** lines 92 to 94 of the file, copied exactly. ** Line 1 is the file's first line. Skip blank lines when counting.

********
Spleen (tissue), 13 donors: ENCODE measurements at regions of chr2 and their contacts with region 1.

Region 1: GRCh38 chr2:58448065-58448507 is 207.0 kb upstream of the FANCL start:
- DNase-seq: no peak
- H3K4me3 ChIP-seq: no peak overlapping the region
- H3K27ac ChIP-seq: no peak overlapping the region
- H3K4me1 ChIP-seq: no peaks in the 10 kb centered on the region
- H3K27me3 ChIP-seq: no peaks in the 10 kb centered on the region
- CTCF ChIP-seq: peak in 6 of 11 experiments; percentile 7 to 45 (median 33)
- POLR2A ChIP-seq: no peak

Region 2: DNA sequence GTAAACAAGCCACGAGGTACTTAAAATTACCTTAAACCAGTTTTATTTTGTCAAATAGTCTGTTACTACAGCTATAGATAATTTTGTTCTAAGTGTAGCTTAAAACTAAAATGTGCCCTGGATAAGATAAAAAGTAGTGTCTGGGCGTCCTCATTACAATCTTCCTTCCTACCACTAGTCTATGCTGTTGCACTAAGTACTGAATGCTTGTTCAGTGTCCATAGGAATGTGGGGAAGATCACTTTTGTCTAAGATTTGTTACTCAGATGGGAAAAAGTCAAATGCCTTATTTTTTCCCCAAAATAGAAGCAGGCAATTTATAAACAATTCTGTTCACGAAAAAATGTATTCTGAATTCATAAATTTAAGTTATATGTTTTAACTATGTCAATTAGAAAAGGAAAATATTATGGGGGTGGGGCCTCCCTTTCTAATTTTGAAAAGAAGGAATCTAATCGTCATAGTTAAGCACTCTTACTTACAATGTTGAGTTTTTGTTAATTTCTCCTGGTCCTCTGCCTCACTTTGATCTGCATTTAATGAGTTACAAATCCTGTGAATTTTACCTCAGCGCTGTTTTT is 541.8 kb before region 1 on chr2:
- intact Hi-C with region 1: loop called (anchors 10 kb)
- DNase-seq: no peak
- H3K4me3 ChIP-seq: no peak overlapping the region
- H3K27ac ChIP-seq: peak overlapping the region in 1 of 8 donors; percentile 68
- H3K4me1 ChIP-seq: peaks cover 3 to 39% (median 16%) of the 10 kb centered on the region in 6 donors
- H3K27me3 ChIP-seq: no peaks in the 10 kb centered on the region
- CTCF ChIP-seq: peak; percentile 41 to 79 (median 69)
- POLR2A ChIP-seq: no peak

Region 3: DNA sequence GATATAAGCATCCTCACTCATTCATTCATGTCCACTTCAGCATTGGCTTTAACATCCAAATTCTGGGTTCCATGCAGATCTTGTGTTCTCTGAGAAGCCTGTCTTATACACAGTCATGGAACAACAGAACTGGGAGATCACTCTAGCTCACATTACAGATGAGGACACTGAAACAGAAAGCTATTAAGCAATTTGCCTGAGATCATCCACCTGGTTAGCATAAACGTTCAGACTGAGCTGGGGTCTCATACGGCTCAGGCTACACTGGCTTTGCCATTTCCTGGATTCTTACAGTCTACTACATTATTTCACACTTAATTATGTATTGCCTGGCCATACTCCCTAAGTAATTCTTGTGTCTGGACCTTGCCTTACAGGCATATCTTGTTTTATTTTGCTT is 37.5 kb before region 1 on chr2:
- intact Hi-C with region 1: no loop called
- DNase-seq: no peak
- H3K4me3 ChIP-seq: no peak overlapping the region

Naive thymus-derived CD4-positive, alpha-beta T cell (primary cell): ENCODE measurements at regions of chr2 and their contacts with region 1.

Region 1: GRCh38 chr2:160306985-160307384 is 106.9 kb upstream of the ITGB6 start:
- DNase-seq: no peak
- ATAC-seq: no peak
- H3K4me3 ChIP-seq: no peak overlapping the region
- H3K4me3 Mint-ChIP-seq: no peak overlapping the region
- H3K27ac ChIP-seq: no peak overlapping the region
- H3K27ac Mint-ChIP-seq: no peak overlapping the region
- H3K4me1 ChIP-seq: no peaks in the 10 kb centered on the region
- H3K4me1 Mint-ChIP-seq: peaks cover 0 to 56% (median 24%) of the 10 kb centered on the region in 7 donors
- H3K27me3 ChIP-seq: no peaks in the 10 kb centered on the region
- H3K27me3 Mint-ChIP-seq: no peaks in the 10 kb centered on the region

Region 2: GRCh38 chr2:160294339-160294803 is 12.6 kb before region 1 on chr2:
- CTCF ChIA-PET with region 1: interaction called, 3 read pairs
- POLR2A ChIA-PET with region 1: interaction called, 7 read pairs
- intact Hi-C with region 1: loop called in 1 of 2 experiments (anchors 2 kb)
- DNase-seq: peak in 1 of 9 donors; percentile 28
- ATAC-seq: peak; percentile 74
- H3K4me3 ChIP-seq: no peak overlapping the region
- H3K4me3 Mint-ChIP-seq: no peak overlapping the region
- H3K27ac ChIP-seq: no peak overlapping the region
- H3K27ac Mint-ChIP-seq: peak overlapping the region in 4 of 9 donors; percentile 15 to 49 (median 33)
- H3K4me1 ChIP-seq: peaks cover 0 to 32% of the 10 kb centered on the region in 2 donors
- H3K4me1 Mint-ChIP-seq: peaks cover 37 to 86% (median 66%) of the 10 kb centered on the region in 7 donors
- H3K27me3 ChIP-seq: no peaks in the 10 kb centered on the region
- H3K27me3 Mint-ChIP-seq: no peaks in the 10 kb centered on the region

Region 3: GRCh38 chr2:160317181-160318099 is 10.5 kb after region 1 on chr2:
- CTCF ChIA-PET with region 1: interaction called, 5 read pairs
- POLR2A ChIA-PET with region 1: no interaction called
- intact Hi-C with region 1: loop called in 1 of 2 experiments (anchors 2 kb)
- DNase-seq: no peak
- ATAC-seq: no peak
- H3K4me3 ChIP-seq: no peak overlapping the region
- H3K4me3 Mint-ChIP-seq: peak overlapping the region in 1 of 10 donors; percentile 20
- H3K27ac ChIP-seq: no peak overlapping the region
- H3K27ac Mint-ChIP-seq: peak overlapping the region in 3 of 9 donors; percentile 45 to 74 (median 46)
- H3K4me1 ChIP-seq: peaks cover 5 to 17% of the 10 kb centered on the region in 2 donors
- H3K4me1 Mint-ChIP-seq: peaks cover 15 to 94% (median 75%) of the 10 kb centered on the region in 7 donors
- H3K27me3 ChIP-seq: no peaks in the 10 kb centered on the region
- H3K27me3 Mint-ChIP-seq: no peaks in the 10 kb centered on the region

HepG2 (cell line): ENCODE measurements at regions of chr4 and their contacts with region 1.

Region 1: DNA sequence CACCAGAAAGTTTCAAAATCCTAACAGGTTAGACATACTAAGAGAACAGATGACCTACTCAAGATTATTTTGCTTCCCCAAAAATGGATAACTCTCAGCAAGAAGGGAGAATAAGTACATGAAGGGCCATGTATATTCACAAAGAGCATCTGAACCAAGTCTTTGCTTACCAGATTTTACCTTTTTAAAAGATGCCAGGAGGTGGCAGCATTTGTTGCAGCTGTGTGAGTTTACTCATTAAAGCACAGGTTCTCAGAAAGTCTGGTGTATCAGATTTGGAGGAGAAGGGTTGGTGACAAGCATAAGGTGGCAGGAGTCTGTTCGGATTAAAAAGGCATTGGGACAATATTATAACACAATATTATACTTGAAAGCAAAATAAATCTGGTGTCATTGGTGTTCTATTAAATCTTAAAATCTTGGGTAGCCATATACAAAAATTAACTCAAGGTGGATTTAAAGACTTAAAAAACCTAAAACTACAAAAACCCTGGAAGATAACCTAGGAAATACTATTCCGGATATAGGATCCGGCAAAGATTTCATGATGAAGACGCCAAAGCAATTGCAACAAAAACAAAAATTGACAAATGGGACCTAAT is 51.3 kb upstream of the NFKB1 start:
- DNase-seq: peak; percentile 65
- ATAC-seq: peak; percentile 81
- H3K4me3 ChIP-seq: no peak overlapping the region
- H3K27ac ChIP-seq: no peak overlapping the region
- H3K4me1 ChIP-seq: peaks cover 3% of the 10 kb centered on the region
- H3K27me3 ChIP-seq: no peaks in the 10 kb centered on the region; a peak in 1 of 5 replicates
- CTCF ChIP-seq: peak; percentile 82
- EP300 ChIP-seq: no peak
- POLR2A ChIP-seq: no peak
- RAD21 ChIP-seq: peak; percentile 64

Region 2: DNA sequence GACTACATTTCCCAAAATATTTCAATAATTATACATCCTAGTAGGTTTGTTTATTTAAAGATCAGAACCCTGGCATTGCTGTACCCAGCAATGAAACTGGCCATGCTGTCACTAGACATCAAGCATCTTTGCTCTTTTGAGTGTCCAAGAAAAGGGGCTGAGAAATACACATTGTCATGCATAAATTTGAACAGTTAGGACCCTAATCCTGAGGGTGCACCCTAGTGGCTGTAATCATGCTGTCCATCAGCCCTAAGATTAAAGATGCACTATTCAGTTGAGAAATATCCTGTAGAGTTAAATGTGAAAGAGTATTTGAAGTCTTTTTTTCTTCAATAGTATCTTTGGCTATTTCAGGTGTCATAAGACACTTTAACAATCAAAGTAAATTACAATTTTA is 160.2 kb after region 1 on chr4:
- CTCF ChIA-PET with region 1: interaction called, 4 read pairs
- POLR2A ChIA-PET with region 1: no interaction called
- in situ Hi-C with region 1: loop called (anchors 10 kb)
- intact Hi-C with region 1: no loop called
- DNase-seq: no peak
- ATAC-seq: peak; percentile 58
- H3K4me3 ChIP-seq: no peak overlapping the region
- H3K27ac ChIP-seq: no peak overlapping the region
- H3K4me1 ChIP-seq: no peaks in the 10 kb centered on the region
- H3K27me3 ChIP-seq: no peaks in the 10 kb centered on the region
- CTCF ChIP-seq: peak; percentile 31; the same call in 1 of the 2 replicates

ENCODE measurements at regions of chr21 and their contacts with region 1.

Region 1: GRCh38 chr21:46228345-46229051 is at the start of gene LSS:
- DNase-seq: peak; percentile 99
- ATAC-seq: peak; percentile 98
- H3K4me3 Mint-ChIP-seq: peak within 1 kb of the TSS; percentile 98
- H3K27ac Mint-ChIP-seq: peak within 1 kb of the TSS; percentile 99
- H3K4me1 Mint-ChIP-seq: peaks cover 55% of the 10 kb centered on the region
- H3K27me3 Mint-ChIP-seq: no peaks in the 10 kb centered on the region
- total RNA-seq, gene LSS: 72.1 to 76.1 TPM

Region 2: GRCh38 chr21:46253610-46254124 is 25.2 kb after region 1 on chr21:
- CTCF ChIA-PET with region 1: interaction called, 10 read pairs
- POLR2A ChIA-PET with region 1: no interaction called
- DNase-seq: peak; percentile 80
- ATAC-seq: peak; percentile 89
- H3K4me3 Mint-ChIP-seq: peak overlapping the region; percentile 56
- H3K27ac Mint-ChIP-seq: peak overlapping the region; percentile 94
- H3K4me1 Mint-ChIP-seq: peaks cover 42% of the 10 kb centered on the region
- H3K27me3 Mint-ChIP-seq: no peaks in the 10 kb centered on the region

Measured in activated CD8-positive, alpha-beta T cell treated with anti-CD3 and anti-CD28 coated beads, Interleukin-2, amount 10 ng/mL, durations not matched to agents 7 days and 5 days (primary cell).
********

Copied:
- H3K27ac Mint-ChIP-seq: peak within 1 kb of the TSS; percentile 99
- H3K4me1 Mint-ChIP-seq: peaks cover 55% of the 10 kb centered on the region
- H3K27me3 Mint-ChIP-seq: no peaks in the 10 kb centered on the region